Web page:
A UN agency launched a scathing attack on Britain over its foreign aid budget cuts, warning that women and girls around the world will suffer as a result.
The UN Population Fund said the UK planned to cut family planning aid from £154 million ($214m) to £23m this year – a drop of 85 per cent.
Details of the cut emerged came after other programmes were identified as being in the firing line for funding cuts after Britain slashed its foreign aid budget.
The agency, UNFPA, supplies contraceptives and maternal health medicine for millions of women in some of the world’s poorest countries, trains maternal health workers, and promotes efforts to stop female genital mutilation and child marriage.
Natalia Kanem, UNFPA executive director, accused Britain of “stepping away from its commitments at a time when inequalities are deepening and international solidarity is needed more than ever”.
“These cuts will be devastating for women and girls and their families across the world,” she said.
"With the now-withdrawn £130m, the UNFPA Supplies Partnership would have helped prevent around 250,000 maternal and child deaths, 14.6 million unintended pregnancies and 4.3 million unsafe abortions.”
An additional £12m will be cut from UNFPA's core operating funds.
The agency acknowledged "the challenging situation facing many donor governments", but said it "deeply regrets the decision of our longstanding partner".
"The truth is that when funding stops, women and girls suffer, especially the poor, those living in remote, underserved communities and those living through humanitarian crises," it said.
The UK this year announced it would slash its overall foreign aid budget from 0.7 per cent to 0.5 per cent of its national income, a reduction of about £4 billion.
The programmes affected by the decision are now becoming apparent.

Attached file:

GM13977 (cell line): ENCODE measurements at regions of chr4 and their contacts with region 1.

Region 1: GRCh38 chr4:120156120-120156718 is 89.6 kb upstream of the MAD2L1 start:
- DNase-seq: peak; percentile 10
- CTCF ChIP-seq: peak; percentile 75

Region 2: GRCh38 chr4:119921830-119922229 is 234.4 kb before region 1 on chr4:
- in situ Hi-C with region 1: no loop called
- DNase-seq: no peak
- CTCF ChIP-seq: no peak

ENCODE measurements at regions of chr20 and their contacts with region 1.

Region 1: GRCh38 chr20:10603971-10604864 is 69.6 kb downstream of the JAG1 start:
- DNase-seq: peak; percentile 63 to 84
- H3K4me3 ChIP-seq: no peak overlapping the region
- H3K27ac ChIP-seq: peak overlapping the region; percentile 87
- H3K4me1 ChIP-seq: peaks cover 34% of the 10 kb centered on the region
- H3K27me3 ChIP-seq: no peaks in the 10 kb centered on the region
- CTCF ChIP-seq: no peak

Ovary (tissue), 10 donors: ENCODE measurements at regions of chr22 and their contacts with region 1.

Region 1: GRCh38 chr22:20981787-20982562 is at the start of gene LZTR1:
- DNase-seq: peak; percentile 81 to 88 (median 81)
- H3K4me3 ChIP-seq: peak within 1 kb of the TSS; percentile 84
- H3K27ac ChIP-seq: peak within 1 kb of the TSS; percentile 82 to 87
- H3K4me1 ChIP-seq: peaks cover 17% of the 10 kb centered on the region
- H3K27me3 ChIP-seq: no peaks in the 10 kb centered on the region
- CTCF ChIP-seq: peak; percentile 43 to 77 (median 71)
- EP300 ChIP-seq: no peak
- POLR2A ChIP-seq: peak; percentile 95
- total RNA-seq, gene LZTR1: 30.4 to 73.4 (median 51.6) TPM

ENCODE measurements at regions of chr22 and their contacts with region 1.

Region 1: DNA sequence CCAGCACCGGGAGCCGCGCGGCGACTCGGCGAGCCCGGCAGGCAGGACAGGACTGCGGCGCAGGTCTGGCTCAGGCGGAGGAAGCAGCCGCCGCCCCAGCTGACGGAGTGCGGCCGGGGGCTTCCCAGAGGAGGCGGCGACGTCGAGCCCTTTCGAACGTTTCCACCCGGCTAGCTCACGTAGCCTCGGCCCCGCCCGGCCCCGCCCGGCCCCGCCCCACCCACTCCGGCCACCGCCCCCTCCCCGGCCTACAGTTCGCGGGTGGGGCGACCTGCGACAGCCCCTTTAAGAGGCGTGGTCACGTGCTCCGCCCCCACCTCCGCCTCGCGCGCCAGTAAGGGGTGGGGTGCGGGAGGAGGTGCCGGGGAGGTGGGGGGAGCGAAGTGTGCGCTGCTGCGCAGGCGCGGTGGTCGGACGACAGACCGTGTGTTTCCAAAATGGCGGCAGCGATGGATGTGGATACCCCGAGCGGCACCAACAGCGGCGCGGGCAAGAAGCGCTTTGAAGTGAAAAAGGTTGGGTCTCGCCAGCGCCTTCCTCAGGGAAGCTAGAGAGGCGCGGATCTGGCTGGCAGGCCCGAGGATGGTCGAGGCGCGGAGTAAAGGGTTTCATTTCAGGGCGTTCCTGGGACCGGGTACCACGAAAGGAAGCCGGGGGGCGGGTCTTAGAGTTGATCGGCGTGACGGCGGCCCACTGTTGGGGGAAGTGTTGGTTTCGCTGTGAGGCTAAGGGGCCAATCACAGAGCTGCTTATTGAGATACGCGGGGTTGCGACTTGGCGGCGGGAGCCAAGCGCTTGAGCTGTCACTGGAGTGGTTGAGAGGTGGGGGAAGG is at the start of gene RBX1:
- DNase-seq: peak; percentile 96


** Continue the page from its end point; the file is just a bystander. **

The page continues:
On Wednesday, it was reported the UK planned to slash funding for international clean water and sanitation projects by 80 per cent.
On Tuesday, Liz Sugg – a former Foreign Office minister who resigned in protest over the cuts – challenged the government to confirm which programmes would be cut.
She said the government planned to cut the overseas budget for girls' education by more than 40 per cent.
The former minister also claimed that Britain planned to close its Women’s Integrated Sexual Health programme and cut funding to the Reproductive Health Supplies Coalition by up to 80 per cent.
Foreign Secretary Dominic Raab said he did not recognise the figures, but admitted no area was immune to cuts.
Responding to the UN statement on Thursday, Ms Sugg said Britain’s withdrawn financial support to the women’s health organisation was a “double hit on the world's poorest”.
"The cuts which we're seeing to the aid budget are huge," she told the BBC Radio 4 Today programme on Thursday.
“This is money the UK committed to in the UN chamber, signed an agreement and now we’re walking away from it – it’s pretty unheard of.”
She said the UK was traditionally a strong advocate for women and girls around the world.
"(The cut) means millions of women will not have access to contraception and sadly that will mean many unwanted pregnancies and unsafe abortions," she said.
Former UK prime minister Tony Blair called on the leaders of the wealthy G7 collective of wealthy nations to redirect aid budgets to help poorer nations purchase Covid-19 vaccines.
Vaccines Minister Nadhim Zahawi emphasised the UK’s commitment to the World Health Organisation’s Covax initiative that helps inoculate the world’s poorest populations, with the UK donating £548m to the scheme.
“We are doing a hell of a lot to make sure we help the rest of the world,” he told Sky News.
The Foreign Office said the aid cuts were only temporary and put in place because of the "seismic effect” of Covid-19 on the UK economy.
"We are working through what this means for individual programmes. Decisions will be announced in due course,” it said.
"We will still spend more than £10bn this year to fight poverty, tackle climate change and improve global health."
Official data shows emergency pandemic support measures have sent Britain's annual borrowing rocketing to the highest level since the Second World War.